It’s un-American and I think there’s a lot of unintended consequences that will arise out of this. Mark Baskervill, Campaign for Liberty
The push towards more equity and justice in housing in Baltimore County isn't entirely voluntary; in fact, it is mandated by the the Conciliation and Voluntary Compliance Agreement (VCA),consent decree of the federal Department of Housing and Urban Development (HUD) imposed on Baltimore County as a result of law suits brought against the County for violations of the 1968 Fair Housing Act. In the suit the County was accused of perpetuating segregation, discriminating against African-Americans, families with children, and residents with disabilities through the county’s zoning policies which restricted the development of affordable housing. The plaintiffs also alleged that the county spent most of its housing money on programs mostly benefiting white residents  while demolishing thousands of subsidized low income housing units for families in the name of revitalization programs.
Concentration of black residents in Baltimore County
BMC Report

The consent agreement requires Baltimore County to build or rehabilitate 1,000 affordable rental units by 2027 in more prosperous neighborhoods through private development of rent restricted housing units. This summer Baltimore County officials stated that more than half of the required 1,000 affordable homes are built or in the pipeline. Required is also legislation to prohibit voucher discrimination.
“We have both a legal and moral obligation to expand access to affordable housing in Baltimore County, and the HOME Act is a critical piece of the puzzle. Discrimination of any kind is wrong, and we have to do everything in our power to expand economic opportunity, improve equity, and eliminate pockets of poverty in our communities.” (Olszewski)
One of the proposed developments in East Towson, Red Maple Place, will have a community input meeting on the 29th of October, a day after the bill workshop. The proposed development by Homes For America would create 56 affordable housing units on a 2.5-acre parcel of land at 413 E. Pennsylvania Ave.
“I believe it is important for Baltimore County to address the housing needs of our older adults, veterans, people with disabilities and all families. It is a matter of fairness and dignity” Councilman Patoka)
Placing affordable housing has met with acrimony and hostility in a County that is still the most segregated County in Maryland by some diversity measures. Baltimore County has a history of discrimination against poor people and people of color that goes  hand in hand with segregation and discrimination in Baltimore City. Race segregation was the motive behind a Baltimore County instigated state law that essentially prevented Baltimore City from annexing any land beyond its current boundaries since 1948. Dale Anderson, a Democratic county executive from 1966 to 1974, campaigned on a promise to keep public housing out of the county. He was later convicted and served time in a federal penitentiary but still got elected afterwards as a County Delegate.  The county has never had any public housing. It has a long racially charged history of obstructing fair housing (in 1970, after the Fair Housing Act of 1968, HUD withheld sewer funding from Baltimore County because of its support for residential segregation).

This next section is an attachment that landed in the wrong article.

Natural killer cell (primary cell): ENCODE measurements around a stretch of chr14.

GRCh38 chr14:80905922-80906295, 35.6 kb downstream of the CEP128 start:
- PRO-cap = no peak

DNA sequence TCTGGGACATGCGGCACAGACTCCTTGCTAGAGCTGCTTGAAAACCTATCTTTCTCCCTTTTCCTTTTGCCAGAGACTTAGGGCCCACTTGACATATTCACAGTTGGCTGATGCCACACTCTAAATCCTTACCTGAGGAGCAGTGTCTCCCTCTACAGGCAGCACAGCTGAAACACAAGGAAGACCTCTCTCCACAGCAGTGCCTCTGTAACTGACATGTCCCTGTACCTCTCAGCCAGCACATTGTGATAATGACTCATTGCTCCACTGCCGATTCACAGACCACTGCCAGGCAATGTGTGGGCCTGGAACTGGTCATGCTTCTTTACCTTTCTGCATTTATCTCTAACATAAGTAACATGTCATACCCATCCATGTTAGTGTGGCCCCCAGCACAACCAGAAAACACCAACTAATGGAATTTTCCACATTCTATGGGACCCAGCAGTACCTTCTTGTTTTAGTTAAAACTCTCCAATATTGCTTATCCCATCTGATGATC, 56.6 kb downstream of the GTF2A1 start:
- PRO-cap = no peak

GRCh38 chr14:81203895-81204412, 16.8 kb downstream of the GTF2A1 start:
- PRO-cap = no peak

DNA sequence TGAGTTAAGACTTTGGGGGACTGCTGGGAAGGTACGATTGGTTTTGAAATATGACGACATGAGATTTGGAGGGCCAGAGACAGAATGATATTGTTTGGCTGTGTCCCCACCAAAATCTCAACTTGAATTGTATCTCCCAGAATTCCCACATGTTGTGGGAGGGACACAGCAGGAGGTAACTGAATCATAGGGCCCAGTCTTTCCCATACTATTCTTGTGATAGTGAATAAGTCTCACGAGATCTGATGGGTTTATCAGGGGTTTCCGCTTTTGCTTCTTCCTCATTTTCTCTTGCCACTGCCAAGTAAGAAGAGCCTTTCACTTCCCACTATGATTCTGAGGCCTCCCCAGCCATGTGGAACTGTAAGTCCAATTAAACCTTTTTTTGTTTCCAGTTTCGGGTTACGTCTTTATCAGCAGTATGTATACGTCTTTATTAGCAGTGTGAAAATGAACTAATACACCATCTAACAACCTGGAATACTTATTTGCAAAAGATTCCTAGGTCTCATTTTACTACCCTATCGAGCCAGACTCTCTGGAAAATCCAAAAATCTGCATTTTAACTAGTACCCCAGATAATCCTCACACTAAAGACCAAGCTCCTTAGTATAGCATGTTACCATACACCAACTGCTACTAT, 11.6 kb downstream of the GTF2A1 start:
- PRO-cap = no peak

BMC Report

Like American suburbs in general, Baltimore County suburbs benefited from the effects of redlining and block-busting in the City and was gladly accommodating the white families leaving the City. Thanks to urban flight and general growth of the region Baltimore County has overtaken the City in size and has now over 832,000 residents, with only a bit more than a quarter of the population black and a poverty rate less than a 1/3 of that in the City.
Arguably, the emptying of the City’s White population into the County began as
early as 1910, when racial tension in the City of Baltimore caused the City to
codify segregation “to compel by law the separation of the white and black races in their places of residence; to prohibit the negro from intruding himself and his
family as permanent residents in a district already dedicated to the white race, and equally, to prevent the white man from forcing himself upon a district given over to the negro.” (Baltimore County Metropolitan Council report about "Impediments to Fair Housing Choices" in Baltimore County)
Listening to some of the objections against the HOME bill (or similar legislation passed earlier this year in the City), one has to wonder if 1966 isn't still just around the corner. The SUN reported recently that only two of the seven council members, Democratic Councilmen Julian Jones of Woodstock and Izzy Patoka of Pikesville, have publicly announced support for the anti discrimination bill. In 2016 a similar bill failed 6:1 with the only African American Council member being the single supporter of the bill.
Concentrations of existing affordable housing